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If he could spur a makeover of Toronto's public face, there would be no better place for Dave Meslin to start than here, on the subway platform at Union Station.

In this, the most public of spaces, private interests harangue him from all sides.

Posters line the tunnel walls, urging Mr. Meslin to watch this show and that on Global TV. Near the ceiling, an array of video screens tries to sell him chewing gum.

And of course, the subway cars themselves: Already plastered with ads on the inside, they've begun to sport full-body paint jobs, suggesting how cool he might look with an iPod, or perhaps how uncool he looks without one.

"I call it incremental intrusion," says Mr. Meslin, 31, who founded the Toronto Public Space Committee five years ago in a bid to wrest public decorating rights from the busy hands of advertisers. "It all happens really slowly and you don't really notice it. It's like a child growing up."

By that analogy, Toronto has some growing up to do. From Mr. Meslin's perch, the city's logo-laden public face looks decidedly adolescent, pimpled over by another new product pitch every time he turns around. Worse, it has become the face of places that are supposed to belong to all, but have been sold by the people's own representatives for much-needed cash.

Along with the gum, the cars, the TV shows and the iPods, Mr. Meslin isn't buying the financial justifications for advertising in the transit system, school playgrounds and parks.

"The whole notion of advertising funding public projects is really a scam," he says on a TTC bench during a lull in subway traffic. "When a company pays for advertising, that's money they got from us when we bought their products."

Mr. Meslin calls it the AST -- for Advertising Sales Tax -- the unofficial 10 cents of each consumer dollar we spend that typically gets funnelled back into marketing. That's a lot of dimes, but when advertisers cart them by the sackful to city hall or the school boards, offering fiscal relief via trash cans and transit ads, he says officials are too bedazzled to realize where the money really comes from: the people who already pay real taxes that are supposed to fund trash cans and transit.

"They're recycling our own money and then giving it back to us in the form of ads, and then telling us it's a gift," Mr. Meslin says.

In a world where those who pay usually get the say, we end up looking at ads instead of, say, public art that would reflect a more grown-up and accurate image of Toronto.

"Billboards have no diversity and they're all in English," he says, pointing out one white face after another staring out from the Global posters.

"That's not Toronto. I mean, that's shameful."

In its continuing quest to snap the city out of its ad-induced stupor, Mr. Meslin's group, which counts about 20 committed volunteers and a mailing list of 1,000, has started a magazine, Spacing, and launched a website,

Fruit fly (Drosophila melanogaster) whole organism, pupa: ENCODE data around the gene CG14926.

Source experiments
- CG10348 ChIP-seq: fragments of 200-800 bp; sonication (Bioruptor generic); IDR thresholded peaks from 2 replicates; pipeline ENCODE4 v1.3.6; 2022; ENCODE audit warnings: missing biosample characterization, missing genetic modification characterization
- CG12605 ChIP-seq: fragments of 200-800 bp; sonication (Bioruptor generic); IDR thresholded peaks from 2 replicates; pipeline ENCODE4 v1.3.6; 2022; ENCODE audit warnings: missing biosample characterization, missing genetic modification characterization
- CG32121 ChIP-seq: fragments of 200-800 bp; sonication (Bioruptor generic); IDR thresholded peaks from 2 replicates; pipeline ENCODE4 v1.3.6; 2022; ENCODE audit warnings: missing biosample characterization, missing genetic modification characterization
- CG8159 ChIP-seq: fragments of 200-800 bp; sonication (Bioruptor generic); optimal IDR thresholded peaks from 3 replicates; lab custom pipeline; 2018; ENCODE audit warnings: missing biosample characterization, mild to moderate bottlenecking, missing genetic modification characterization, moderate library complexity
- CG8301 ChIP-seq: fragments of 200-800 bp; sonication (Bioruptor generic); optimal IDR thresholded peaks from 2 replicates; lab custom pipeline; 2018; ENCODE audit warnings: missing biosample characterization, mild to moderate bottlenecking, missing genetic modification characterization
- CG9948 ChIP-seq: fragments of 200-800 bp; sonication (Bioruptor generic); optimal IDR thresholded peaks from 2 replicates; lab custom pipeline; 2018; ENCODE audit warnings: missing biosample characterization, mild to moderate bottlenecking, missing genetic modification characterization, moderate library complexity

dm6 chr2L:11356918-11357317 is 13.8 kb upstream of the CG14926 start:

It also has created a collection of one-inch buttons portraying each of the city's subway stations with depictions of the tile colours and other design cues.

Its newest campaign, called The Better Way -- a cheeky appropriation of the TTC's venerable slogan -- asks artists and transit riders to "re-imagine the TTC without any commercial advertising."

By Oct. 31, the committee hopes to collect scores of photo illustrations, sketches, paintings, animation and sculptures of ad-free bus shelters, vehicles and subway platforms.

For inspiration, a few samples of funked-up buses and subways are already on display at

Mr. Meslin plans to invite transit commissioners and managers to a gallery show of the submissions early next year, in hopes they will see not only aesthetic, but economic, opportunities.

"Our proposal is to take a nickel per fare and pay to take down every ad," he says, and use the leftover money to fund public art projects." (A five-cent fare hike would raise an extra $10-million a year for the TTC, says Marilyn Bolton, a spokeswoman for the transit system.)

In the process, Mr. Meslin contends, the city would more than make up for the lost ad revenue as tourists and locals alike ride the rocket to view the art.

"I don't think that's a business idea," says a dubious Nick Arakgi, general manager of Viacom Outdoor Canada, now in year two of a seven-year deal as the TTC's exclusive provider of advertising.

"It's very nice for people to say, 'Just raise fares,' but who's going to make up that $93-million?" Mr. Arakgi says, referring to the sum his firm will fork over to the TTC over the life of the contract.

"With all due respect, I live in the real world, and so does the city."

Real, maybe, but not necessarily a world that Torontonians would choose if they could see viable options beyond the ads, Mr. Meslin says.

"I think our biggest obstacle is that people are just used to it," he says.

"I think it's hard for people to imagine a street or transit without billboards, without ads."

When he makes presentations at schools, Mr. Meslin says he often asks kids what they would do if someone walked into their living room and hung up posters. Often, they answer, "I'd call the police."

He suggests that the rest of us think of public spaces in the same way.

"You'll never see the name of a couch company on a couch," Mr. Meslin says, sitting on a TTC bench that, for now anyway, is logo-free. "What we're trying to do is get the city to take that approach to couches and apply it to our whole city.

"The city is our living room."

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